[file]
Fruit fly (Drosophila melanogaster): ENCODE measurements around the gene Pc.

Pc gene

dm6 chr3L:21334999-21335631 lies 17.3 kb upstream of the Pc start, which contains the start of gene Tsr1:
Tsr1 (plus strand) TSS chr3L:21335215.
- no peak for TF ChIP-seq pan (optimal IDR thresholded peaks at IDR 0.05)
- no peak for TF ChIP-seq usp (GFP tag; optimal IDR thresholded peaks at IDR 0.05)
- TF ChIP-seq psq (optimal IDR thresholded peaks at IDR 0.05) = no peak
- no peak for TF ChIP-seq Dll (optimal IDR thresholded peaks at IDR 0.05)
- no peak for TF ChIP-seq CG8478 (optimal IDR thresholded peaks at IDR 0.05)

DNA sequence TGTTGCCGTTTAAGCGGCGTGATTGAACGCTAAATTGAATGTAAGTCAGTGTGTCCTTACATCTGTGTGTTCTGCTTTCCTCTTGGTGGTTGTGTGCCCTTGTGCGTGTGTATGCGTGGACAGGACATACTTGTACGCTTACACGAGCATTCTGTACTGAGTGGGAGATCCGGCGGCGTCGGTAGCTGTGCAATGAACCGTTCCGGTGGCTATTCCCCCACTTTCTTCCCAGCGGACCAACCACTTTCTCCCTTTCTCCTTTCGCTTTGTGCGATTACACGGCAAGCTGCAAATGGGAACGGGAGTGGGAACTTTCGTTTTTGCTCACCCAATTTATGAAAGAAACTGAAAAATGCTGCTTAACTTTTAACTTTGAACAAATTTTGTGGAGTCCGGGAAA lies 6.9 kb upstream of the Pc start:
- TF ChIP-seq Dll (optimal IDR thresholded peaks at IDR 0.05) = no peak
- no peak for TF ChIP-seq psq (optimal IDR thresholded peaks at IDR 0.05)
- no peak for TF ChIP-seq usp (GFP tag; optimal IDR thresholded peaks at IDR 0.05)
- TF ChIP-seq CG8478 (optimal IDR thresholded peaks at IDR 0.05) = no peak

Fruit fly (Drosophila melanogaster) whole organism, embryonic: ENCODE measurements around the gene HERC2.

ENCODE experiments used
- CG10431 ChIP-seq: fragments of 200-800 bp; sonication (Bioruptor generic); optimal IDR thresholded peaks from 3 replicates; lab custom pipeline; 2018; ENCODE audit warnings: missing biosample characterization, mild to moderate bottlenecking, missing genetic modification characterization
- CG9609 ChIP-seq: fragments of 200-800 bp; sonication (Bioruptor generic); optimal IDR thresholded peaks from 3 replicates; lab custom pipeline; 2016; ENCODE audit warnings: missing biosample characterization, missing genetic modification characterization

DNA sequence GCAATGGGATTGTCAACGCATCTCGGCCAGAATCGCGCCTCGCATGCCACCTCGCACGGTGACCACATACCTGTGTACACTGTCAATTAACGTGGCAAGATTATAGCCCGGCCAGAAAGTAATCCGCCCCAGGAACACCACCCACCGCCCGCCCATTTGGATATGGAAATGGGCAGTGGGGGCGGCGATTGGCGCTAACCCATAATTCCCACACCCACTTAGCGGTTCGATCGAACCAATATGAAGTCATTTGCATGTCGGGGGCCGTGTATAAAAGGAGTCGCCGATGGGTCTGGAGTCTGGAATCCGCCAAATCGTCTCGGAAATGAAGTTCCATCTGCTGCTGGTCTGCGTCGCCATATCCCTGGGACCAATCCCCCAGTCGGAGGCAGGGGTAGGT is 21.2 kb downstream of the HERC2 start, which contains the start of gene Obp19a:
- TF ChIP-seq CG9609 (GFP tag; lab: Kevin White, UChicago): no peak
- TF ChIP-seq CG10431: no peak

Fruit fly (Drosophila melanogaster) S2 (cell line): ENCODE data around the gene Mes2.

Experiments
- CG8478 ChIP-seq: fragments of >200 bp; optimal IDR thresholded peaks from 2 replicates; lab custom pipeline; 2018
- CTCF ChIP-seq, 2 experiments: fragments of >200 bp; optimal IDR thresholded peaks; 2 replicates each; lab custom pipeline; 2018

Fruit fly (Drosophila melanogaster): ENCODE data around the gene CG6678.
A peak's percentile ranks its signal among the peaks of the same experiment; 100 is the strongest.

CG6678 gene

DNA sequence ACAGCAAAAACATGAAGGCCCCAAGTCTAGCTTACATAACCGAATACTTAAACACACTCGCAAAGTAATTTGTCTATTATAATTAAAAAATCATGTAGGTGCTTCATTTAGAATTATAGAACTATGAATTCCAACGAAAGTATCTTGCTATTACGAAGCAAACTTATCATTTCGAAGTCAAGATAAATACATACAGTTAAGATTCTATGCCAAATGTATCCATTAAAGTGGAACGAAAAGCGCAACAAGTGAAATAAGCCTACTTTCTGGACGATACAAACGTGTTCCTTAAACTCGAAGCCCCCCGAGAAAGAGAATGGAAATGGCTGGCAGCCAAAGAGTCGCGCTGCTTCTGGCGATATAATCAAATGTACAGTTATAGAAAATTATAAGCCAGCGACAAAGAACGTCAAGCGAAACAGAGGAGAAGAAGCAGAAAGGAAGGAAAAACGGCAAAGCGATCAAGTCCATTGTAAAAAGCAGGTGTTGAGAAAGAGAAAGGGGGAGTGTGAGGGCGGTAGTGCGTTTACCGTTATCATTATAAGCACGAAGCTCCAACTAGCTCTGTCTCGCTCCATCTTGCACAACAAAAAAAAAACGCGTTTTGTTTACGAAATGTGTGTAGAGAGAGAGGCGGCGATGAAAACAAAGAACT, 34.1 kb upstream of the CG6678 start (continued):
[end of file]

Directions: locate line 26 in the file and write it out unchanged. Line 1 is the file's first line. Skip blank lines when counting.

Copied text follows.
Fruit fly (Drosophila melanogaster): ENCODE data around the gene CG6678.